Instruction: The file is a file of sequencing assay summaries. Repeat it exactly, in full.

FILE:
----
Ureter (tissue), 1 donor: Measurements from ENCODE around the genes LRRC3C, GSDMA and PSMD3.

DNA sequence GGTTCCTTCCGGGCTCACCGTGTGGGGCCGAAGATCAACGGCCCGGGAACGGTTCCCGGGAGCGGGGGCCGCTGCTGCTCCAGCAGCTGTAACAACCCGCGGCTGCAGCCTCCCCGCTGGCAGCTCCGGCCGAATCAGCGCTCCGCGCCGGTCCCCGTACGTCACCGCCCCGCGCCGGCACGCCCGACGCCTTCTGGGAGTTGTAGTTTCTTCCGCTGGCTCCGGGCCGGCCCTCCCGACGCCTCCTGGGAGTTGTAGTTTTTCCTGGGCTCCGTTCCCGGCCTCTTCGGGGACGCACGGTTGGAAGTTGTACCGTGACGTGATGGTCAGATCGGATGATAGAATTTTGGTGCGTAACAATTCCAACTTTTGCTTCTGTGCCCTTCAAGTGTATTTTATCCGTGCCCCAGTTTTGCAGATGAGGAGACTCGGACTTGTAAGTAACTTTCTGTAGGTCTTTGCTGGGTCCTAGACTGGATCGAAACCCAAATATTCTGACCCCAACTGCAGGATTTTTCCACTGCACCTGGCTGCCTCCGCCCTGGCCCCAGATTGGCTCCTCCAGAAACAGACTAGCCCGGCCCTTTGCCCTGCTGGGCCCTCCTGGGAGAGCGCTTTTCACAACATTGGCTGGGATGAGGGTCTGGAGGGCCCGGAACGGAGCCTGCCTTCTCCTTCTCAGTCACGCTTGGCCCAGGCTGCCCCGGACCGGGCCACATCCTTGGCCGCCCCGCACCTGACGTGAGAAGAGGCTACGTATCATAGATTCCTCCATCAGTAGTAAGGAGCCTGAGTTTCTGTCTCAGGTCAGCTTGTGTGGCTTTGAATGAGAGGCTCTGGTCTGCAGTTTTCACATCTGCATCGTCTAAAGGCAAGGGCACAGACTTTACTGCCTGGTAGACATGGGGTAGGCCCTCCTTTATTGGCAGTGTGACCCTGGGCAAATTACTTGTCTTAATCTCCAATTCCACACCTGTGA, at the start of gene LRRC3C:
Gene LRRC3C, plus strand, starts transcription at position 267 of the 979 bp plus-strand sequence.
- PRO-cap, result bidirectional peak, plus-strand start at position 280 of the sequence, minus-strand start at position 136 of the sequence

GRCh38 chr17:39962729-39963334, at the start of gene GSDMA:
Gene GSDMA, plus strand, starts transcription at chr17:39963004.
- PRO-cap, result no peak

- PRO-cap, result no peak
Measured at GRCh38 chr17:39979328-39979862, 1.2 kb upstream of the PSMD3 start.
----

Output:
Ureter (tissue), 1 donor: Measurements from ENCODE around the genes LRRC3C, GSDMA and PSMD3.

DNA sequence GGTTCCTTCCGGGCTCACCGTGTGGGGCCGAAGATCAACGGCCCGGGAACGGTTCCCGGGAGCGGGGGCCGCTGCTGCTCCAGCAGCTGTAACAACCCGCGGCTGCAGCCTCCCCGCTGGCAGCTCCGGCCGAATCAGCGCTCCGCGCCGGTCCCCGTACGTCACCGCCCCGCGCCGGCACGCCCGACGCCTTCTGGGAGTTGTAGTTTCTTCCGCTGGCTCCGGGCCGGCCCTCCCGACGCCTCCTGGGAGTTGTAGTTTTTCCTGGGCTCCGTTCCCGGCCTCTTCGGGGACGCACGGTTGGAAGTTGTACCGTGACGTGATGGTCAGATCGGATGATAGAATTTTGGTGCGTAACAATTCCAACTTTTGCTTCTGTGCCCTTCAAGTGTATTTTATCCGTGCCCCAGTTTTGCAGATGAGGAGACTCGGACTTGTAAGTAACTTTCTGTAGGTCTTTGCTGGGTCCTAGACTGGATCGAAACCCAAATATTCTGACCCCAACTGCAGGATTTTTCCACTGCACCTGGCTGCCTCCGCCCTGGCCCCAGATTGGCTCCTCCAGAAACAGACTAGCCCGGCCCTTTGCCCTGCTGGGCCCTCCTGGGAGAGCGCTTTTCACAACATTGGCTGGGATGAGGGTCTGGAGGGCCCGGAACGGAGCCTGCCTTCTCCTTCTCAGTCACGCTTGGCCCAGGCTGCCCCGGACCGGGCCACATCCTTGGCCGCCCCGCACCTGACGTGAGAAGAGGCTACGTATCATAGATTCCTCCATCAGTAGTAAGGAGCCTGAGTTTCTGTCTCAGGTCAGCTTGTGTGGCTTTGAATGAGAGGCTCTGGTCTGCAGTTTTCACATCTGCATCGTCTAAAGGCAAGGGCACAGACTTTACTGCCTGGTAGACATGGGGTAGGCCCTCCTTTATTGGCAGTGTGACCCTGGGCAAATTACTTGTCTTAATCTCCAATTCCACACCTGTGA, at the start of gene LRRC3C:
Gene LRRC3C, plus strand, starts transcription at position 267 of the 979 bp plus-strand sequence.
- PRO-cap, result bidirectional peak, plus-strand start at position 280 of the sequence, minus-strand start at position 136 of the sequence

GRCh38 chr17:39962729-39963334, at the start of gene GSDMA:
Gene GSDMA, plus strand, starts transcription at chr17:39963004.
- PRO-cap, result no peak

- PRO-cap, result no peak
Measured at GRCh38 chr17:39979328-39979862, 1.2 kb upstream of the PSMD3 start.